This action was instituted on August 20, 1975, by the appellees who are the owner and proposed developers of the 100 acre tract. Relying on the decision in City of Louisville v. McDonald, Ky., 470 S.W.2d 173 (1971), the circuit court held that the fiscal court acted arbitrarily when it rejected the recommendations of the planning and zoning commission without making any findings of fact. The circuit court then directed the fiscal court to amend the zone map in accordance with the recommendations of the planning and zoning commission. Two issues are raised by the appeal. First, was the circuit court correct in holding that the fiscal court was arbitrary and denied procedural due process when it rejected the findings and recommendations of the planning and zoning commission without making independent findings of fact of its own? Second, assuming that the circuit court was correct in holding the action of the fiscal court to be arbitrary, was the circuit court correct in directing the fiscal court to grant the application for zone map amendment as recommended by the planning and zoning commission? Both issues must be decided by reference to the comprehensive plan adopted for Woodford County.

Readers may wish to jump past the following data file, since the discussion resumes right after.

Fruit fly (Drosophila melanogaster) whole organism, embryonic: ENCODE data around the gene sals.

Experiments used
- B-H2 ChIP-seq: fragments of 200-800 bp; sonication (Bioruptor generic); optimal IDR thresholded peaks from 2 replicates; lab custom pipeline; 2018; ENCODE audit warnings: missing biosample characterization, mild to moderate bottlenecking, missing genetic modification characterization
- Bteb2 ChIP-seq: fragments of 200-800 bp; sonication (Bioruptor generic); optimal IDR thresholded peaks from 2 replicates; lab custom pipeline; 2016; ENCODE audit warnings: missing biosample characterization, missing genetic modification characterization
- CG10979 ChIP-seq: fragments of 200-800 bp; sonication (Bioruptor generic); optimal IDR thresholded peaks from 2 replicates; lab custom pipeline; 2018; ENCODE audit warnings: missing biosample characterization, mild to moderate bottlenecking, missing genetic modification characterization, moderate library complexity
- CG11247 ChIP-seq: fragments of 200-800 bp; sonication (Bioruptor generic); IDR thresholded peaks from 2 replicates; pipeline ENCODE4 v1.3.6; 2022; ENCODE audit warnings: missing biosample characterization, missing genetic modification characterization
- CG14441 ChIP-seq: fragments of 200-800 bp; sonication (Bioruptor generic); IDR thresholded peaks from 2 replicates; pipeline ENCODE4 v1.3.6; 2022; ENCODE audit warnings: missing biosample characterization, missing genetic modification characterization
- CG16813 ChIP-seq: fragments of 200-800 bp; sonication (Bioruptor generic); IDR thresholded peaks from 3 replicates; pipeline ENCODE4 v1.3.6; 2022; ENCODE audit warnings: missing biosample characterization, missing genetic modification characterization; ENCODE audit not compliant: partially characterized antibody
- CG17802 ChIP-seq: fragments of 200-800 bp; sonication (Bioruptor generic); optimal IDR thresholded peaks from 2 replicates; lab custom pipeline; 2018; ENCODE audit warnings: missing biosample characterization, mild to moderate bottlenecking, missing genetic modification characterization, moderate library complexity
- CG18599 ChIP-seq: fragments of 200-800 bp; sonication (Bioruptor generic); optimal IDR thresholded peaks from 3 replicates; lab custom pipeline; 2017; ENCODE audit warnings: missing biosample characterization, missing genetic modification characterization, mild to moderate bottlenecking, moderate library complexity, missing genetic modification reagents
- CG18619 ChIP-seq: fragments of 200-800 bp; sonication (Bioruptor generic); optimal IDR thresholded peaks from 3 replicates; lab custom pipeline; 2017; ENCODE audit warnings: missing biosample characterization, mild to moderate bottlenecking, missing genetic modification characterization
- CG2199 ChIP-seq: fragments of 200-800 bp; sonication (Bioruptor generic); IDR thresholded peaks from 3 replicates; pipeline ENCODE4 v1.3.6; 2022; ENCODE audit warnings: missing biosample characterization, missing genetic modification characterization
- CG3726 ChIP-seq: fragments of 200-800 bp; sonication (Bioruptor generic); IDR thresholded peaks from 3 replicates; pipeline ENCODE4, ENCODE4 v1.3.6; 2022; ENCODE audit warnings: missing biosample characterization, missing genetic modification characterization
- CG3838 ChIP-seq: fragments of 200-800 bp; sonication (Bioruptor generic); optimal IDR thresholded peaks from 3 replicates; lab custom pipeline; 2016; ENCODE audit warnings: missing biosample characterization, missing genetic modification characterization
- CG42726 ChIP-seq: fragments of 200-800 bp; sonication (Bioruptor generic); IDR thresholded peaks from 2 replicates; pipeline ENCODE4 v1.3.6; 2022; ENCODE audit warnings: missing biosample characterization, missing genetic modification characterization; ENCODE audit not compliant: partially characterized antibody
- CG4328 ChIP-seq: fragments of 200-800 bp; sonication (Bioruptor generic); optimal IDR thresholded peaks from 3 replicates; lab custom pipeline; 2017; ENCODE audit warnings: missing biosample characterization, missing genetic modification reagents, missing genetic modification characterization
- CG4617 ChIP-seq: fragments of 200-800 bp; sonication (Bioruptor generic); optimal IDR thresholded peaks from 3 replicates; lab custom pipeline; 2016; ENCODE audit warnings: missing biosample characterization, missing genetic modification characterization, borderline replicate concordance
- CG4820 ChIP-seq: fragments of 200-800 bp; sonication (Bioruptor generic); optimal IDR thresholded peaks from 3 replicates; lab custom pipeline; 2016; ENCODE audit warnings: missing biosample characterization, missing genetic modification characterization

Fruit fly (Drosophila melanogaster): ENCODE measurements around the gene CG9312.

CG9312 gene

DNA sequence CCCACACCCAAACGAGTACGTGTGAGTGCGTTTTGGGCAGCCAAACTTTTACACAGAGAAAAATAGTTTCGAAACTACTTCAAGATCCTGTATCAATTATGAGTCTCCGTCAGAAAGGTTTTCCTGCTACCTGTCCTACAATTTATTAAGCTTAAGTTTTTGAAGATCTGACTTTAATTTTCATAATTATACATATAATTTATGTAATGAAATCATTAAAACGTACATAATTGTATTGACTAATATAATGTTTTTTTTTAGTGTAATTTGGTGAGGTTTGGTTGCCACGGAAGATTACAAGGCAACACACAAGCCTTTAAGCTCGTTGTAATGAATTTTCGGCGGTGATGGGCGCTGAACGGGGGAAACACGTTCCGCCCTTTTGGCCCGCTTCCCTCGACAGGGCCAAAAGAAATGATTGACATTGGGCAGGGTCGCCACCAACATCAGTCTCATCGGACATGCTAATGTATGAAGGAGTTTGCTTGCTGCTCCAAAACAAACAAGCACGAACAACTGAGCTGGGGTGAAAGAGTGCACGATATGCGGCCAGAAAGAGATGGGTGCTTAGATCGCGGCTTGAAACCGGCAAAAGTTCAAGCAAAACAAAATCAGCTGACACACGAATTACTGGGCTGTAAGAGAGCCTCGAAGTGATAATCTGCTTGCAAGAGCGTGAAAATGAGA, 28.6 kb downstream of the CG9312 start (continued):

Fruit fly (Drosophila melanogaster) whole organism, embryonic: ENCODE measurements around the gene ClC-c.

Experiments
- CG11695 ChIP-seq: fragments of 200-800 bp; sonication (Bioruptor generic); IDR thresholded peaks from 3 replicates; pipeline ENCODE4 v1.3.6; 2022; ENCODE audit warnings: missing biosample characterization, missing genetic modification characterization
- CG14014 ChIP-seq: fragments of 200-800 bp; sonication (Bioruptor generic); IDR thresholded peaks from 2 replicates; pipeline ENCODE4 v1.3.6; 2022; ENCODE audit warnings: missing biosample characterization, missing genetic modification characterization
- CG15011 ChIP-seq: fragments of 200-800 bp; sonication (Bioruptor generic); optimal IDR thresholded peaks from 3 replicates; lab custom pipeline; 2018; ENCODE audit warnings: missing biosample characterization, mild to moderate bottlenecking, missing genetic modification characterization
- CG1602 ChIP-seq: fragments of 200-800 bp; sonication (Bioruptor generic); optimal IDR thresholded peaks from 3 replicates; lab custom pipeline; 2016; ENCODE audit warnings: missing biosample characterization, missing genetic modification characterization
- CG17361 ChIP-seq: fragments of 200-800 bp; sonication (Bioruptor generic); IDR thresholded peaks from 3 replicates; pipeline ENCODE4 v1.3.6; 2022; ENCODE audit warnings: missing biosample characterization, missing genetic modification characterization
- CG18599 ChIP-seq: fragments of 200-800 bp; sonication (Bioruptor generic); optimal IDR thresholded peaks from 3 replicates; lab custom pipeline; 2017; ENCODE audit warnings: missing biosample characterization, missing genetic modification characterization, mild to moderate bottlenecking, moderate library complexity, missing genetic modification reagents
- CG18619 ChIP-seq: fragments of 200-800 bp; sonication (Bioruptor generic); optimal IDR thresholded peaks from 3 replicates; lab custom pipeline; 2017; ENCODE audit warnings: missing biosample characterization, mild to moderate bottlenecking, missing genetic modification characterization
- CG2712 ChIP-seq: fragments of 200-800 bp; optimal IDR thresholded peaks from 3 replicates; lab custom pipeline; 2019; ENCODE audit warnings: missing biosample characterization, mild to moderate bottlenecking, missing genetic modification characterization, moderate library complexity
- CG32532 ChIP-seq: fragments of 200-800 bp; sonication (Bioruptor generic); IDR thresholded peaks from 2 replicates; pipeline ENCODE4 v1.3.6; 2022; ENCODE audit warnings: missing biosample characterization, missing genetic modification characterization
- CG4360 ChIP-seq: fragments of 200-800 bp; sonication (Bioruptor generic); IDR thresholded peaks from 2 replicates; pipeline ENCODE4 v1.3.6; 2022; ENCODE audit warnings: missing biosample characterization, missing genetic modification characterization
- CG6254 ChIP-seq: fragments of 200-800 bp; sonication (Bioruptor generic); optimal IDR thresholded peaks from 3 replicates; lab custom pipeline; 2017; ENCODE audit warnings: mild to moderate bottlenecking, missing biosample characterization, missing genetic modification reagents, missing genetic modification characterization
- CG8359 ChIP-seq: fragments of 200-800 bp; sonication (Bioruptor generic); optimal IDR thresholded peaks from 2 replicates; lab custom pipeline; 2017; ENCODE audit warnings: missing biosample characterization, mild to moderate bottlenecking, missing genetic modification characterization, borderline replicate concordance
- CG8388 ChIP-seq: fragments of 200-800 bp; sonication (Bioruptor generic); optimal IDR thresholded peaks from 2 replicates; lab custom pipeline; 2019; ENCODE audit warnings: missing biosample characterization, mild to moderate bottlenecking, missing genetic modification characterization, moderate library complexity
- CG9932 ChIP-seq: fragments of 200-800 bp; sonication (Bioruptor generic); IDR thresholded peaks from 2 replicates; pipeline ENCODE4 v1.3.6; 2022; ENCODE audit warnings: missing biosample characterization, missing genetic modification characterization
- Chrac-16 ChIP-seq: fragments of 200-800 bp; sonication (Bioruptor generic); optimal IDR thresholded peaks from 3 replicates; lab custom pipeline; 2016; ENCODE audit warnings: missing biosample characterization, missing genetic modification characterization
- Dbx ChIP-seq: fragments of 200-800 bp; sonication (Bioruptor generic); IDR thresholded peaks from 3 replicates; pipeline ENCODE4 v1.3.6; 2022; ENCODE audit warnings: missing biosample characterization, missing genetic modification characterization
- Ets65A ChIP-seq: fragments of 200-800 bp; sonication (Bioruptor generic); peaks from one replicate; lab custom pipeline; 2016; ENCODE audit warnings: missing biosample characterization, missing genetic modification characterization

Before any map amendment can be granted, KRS 100.213 requires the planning commission or appropriate legislative body to make one of the following findings: (1) that the map amendment is in agreement with the community's comprehensive plan; (2) that the original zoning classification given to the property was inappropriate or improper; or (3) that there have been major changes of an economic, physical or social nature within the area involved which were not anticipated in the community's comprehensive plan and which have substantially altered the basic character of the area. Under KRS 100.187(2), a comprehensive plan must contain a land use plan element. This statute further provides: